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Guns N' Roses

   Live ?!*@ Like a Suicide (Uzi Suicide, 1986)
      Appetite for Destruction (Geffen, 1987)
    G N' R Lies (Geffen, 1988)
      Use Your Illusion I (Geffen, 1991)
     Use Your Illusion II (Geffen, 1991)
    The Spaghetti Incident? (Geffen, 1993)
   Live Era: '87-'93 (Geffen, 1999)
     Greatest Hits (Geffen, 2004)
    Chinese Democracy (Geffen, 2008)

Sometimes an album seems like an announcement from the Big Rock Dude in the Sky: its very grooves declare, this is what must be heard now. Guns N' Roses' Appetite for Destruction was that kind of inevitable hit. The album expressed the captive energies of young America in a voice—the unbounded scream of W. Axl Rose—that was both irresistible and a little scary. Guns N' Roses attacked with smarts, snot, and vitriol, cutting through a decade of hairspray with one nasty punch.

This band of journeymen punks and metalheads had gathered in L.A. to fulfill the get-laid-get-rich dream, and had individually tried glam, indie, and whatever came in between without much success. But together, Guns N' Roses redefined hard rock by embracing contradictions: speed and musicianship, flash and dirt. That's why Appetite sounded new—it wasn't any one old thing.

The hard-core rhythm section of Duff McKagan and Steven Adler lit napalm under the butts of riff duelists Slash and Izzy Stradlin, while Rose pinpointed where a punk snarl becomes a metal yell. First track "Welcome to the Jungle" is a Hollywood novel on meth, and what follows never takes a breather: the heroin boogie of "Mr. Brownstone," the poisoned anthem "Paradise City," and Rose's twisted love-hate song to a hooker, "Rocket Queen." That last song, like the massive power ballad "Sweet Child o' Mine," captured Rose's paradox: One of the era's most sensitive songwriters was also a girlfriend-slapping bigot on a tear.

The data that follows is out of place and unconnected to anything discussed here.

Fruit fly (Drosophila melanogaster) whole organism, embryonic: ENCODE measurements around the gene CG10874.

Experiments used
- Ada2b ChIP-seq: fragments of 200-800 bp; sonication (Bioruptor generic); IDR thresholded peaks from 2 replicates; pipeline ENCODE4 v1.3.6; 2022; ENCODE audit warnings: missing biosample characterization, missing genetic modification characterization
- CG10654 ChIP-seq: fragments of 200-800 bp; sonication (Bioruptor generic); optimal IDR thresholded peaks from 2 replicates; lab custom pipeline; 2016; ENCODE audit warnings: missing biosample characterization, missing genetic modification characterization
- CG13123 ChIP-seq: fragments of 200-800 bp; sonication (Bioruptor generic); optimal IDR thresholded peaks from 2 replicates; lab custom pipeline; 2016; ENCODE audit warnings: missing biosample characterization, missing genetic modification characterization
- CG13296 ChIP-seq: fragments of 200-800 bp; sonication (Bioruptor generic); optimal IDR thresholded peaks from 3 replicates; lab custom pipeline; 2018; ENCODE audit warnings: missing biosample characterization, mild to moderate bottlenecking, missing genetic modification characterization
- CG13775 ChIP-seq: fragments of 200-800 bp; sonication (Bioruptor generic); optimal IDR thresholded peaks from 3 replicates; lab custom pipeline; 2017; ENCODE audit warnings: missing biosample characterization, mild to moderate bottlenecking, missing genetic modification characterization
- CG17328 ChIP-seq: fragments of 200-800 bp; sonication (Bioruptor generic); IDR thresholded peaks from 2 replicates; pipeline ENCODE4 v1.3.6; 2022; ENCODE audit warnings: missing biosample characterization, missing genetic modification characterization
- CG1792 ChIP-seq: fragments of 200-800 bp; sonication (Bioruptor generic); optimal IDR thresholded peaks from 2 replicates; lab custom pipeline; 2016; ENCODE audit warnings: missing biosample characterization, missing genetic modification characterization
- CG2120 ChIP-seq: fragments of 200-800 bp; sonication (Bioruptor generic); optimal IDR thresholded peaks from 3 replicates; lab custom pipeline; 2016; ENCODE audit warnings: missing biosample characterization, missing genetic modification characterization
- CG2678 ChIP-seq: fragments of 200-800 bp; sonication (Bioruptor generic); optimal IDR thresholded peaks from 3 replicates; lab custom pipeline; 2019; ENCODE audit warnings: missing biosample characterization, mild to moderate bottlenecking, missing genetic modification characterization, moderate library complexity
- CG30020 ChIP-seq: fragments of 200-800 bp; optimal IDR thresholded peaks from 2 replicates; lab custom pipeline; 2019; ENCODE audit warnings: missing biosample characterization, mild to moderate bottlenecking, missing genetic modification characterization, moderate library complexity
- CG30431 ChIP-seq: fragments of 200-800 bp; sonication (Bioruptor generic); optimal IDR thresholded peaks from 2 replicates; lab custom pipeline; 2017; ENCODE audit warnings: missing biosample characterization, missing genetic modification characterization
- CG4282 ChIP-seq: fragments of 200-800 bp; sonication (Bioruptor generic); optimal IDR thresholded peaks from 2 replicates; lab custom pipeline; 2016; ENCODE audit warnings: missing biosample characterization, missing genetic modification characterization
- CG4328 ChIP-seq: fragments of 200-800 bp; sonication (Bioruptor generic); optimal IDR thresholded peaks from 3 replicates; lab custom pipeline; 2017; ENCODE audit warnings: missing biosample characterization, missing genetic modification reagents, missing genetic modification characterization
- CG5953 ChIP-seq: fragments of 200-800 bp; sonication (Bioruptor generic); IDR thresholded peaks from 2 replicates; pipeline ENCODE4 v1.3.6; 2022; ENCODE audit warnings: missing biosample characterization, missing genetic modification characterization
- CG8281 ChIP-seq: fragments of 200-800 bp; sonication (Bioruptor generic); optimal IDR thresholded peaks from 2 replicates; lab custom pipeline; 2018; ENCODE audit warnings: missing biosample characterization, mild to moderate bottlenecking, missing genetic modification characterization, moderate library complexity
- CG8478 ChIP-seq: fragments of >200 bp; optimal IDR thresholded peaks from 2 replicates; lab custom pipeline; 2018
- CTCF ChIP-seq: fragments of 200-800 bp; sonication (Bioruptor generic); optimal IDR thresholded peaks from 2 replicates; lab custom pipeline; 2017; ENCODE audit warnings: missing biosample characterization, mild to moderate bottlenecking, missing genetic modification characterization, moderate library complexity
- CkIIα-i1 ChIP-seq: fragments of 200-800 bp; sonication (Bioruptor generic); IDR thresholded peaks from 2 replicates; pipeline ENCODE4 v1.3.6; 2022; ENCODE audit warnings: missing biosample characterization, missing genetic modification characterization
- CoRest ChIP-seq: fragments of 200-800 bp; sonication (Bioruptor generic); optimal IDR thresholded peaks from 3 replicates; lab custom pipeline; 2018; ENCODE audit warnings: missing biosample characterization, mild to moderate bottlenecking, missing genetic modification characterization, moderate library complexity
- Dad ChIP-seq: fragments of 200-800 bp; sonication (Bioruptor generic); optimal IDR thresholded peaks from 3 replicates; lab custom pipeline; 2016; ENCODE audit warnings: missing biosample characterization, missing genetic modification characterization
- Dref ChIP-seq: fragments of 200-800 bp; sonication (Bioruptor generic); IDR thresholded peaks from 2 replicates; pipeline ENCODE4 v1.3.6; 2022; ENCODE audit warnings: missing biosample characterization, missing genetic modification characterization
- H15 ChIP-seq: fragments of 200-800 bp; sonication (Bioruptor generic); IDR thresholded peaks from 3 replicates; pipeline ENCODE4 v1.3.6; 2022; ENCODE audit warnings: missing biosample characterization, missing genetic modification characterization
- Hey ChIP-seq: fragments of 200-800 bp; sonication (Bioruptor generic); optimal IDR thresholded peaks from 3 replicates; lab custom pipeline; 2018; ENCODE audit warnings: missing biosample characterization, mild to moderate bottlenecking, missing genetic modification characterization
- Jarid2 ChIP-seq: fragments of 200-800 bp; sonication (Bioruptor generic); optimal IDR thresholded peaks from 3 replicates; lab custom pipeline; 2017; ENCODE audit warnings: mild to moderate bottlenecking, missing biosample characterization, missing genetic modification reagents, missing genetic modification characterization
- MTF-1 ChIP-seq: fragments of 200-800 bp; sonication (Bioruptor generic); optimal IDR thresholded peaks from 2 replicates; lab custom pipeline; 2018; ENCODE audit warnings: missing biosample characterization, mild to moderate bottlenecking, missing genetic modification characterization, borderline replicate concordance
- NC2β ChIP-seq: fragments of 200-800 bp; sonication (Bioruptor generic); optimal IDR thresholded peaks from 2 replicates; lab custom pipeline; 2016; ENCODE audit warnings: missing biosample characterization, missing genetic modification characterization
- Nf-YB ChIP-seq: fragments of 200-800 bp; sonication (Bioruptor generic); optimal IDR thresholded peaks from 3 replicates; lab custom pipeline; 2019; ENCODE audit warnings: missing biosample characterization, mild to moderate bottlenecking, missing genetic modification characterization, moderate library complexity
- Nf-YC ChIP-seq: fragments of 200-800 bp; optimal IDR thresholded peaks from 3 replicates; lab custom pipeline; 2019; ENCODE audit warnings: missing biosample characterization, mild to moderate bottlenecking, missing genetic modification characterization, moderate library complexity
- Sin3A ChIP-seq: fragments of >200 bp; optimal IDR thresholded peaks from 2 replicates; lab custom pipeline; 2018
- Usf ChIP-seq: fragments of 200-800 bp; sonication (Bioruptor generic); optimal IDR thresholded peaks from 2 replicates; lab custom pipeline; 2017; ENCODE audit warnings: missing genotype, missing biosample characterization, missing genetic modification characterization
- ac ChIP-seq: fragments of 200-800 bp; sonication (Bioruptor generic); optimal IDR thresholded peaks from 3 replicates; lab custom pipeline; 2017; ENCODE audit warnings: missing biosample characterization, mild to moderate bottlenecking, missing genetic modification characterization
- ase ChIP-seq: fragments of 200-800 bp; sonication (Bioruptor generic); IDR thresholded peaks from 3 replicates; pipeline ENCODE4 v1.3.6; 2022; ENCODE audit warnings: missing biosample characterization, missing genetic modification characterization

Rose's control-freak ways clashed with his bandmates' bad habits, nearly destroying the band out of the gate. The double EP G N' R Lies made things worse by matching up the group's most tenderoni ballad, "Patience," with the jokey murder ballad "I Used to Love Her" and "One in a Million," in which Rose trashed gays and immigrants over Slash and Stradlin's sloppy guitar sparring. (Lies also contains four pleasantly raw live tracks from a 1986 indie release, Live ?!*@ Like a Suicide.) "Million" is unforgivable mostly because it's stupid; usually Rose says the worst with more forethought.

Forethought definitely fed what came next. Use Your Illusion I and Use Your Illusion II offered a stunned public nearly three hours of serious exploration and wild fucking around. Interband tensions had destroyed group authorship, and Rose's heroics (as well as drugs, which contributed to Steven Adler's replacement by Matt Sorum) strained his bandmates' good-rockin' chemistry. Critics chided Rose for Queen-like minioperas "November Rain" (from I) and "Don't Cry" (from both discs), but those songs have endured, while Stradlin jaunts like "Dust n' Bones" now seem efficient but conservative. Throughout I and II, it's Rose who takes all the interesting turns. But he still needs his band, especially the adventurous stylings of Slash, to properly negotiate them.

I is the more propulsive record, with Stradlin songs, the Wings/Bond cover "Live and Let Die," and vintage G n' R songs like "Back Off Bitch" tempering the grandiosity of the centerpiece "November Rain." The psycho fantasy trip "Coma" appeals more to Appetite lovers because it's creepy and it rocks. But the lush "Rain" redefines the band—with Dizzy Reed's expressive keyboards giving both Rose and Slash permission to spew emotion, and that hard-rock bottom still bouncing, this song showed how a ballad could be as bloody as a high-speed assault.